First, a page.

1. That was kind of what I was thinking. So if the market returns 15% one year, sell to get me back to where I started from, use the 4% + inflation and put the rest in a high yield savings account to cover the next time the market returns -5% so I don’t have to sell anything. Granted that strategy has weird tax implications that I’ll have to think about at some point. We’re 7 years out so I have some time to read what you end up doing and steal those ideas. 😉

          1. Awww thanks Freddy!

            I agree with your index fund over dividend investing approach for your great reasons and add the tax and Obamacare implications to it. I can get significant growth in my index funds without much tax impact or income that goes into the subsidy calculation.

            If you want to end with $0, will you annuitize your portfolio at some point or is there another solution? I suspect I’ll end up leaving too much money to my niece and fake kids–you prepare for a long life but who knows. I suspect they’ll deserve it after looking after us in old age.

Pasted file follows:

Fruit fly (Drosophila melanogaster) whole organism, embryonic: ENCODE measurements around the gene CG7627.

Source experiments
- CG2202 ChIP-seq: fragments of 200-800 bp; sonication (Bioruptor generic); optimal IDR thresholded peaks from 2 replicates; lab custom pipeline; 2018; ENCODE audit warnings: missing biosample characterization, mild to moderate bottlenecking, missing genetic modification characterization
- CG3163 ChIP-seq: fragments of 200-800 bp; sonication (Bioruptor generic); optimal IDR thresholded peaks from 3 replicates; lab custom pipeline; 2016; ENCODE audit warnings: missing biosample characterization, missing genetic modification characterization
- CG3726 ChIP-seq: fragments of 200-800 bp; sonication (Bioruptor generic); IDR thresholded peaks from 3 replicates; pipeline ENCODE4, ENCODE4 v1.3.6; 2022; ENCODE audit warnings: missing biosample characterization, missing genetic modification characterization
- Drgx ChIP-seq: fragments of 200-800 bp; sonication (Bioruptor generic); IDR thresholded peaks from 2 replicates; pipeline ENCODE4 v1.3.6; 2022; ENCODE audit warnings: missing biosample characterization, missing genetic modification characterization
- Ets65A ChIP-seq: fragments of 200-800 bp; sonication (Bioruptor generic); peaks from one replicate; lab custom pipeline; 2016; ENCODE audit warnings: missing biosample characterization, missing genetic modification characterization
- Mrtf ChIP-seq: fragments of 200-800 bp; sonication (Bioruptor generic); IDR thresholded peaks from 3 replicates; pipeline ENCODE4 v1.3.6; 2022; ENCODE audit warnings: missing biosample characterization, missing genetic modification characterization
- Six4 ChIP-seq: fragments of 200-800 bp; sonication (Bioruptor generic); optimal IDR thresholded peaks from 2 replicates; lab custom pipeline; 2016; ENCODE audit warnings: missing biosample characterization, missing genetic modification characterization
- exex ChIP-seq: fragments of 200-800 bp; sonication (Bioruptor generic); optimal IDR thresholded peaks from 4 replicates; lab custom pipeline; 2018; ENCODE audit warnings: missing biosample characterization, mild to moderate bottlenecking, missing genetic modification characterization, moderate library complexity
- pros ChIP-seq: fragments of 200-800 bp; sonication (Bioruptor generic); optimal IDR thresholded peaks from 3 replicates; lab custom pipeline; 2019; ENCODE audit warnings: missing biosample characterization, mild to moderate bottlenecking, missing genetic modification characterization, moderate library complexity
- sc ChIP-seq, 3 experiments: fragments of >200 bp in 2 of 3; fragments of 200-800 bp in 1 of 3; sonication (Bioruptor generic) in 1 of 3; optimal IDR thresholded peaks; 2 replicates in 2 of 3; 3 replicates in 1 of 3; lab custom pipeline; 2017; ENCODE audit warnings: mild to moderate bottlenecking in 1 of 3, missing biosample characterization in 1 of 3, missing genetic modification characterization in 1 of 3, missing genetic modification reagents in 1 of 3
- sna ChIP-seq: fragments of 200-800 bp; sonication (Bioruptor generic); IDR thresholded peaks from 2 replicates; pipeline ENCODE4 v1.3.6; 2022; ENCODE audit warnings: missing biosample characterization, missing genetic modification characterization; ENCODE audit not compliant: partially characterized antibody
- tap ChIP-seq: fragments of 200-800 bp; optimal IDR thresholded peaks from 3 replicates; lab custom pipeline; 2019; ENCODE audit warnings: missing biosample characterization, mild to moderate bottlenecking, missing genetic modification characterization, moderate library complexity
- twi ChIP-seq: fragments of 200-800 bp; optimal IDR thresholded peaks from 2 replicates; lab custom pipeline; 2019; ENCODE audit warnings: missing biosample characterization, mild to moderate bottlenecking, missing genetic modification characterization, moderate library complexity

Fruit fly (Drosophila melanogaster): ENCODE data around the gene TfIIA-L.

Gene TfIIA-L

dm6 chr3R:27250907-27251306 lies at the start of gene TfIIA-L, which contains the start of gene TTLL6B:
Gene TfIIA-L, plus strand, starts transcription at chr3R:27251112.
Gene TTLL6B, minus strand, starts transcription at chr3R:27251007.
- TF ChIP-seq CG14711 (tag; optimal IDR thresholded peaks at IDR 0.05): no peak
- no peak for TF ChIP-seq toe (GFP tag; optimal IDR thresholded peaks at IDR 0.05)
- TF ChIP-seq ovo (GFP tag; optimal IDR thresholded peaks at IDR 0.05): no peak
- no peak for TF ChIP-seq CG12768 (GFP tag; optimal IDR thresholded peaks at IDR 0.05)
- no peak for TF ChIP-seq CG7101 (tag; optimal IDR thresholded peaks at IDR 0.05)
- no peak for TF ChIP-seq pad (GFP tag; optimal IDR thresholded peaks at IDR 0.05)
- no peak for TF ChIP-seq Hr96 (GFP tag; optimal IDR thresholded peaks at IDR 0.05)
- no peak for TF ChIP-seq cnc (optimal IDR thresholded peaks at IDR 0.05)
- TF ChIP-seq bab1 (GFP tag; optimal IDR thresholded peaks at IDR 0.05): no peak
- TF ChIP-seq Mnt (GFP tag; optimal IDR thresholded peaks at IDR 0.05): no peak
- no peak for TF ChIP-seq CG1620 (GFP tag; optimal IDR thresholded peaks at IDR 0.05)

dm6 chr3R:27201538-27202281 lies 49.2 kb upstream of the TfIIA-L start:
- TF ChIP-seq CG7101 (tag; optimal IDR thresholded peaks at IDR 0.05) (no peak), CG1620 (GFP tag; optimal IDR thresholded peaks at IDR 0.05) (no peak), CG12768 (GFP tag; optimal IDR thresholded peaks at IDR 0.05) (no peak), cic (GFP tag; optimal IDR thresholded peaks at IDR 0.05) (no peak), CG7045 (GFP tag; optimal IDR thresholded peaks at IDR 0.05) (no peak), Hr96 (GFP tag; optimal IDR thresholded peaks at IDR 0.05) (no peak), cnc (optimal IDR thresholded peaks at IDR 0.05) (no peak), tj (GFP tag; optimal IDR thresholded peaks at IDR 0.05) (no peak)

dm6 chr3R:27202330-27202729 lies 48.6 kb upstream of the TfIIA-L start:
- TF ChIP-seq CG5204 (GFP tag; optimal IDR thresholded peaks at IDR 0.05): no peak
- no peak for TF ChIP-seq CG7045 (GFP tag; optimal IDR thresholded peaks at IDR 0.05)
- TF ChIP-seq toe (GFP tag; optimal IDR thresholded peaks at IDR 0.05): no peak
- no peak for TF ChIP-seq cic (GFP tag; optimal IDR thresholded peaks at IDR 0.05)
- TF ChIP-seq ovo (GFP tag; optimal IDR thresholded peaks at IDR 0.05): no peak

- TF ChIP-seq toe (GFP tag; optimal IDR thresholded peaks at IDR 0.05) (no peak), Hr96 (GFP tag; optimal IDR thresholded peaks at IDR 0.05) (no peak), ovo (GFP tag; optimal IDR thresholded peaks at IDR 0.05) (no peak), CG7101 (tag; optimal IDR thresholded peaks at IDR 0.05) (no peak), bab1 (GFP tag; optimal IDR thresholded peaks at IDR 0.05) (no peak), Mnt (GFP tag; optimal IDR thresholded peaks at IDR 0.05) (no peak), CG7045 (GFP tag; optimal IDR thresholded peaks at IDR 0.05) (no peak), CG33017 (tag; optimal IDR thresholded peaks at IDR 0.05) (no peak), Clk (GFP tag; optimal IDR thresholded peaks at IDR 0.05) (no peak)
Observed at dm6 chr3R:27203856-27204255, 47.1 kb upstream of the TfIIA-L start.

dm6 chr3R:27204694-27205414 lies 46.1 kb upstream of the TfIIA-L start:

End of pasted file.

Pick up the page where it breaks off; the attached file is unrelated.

2. fake kids. i like that. we could annuitize i suppose. if we get into our 70’s and still own a house i’ll likely want a cash our re-fi. i think the loose plan is to spend a little more to enjoy in our 60’s than some would advise. i know i want to turn those equities to cash for sure. i write these things more as questions i’m still asking myself but stay tuned!

  3. Wow, guess i haven’t really spent a lot of time thinking about this. I expect to still be in the stock market even late into my retirement. I do have a daughter so hopefully there will be grand kids in the picture by then.

    One thing i can say is for certain, i will be drawing down on assets and enjoying the fruits of my labor lol.

    1. thanks as always for the insight. i plan on being invested but that total return is going to matter when we start selling shares to cash in and buy something, even if it’s adult diapers.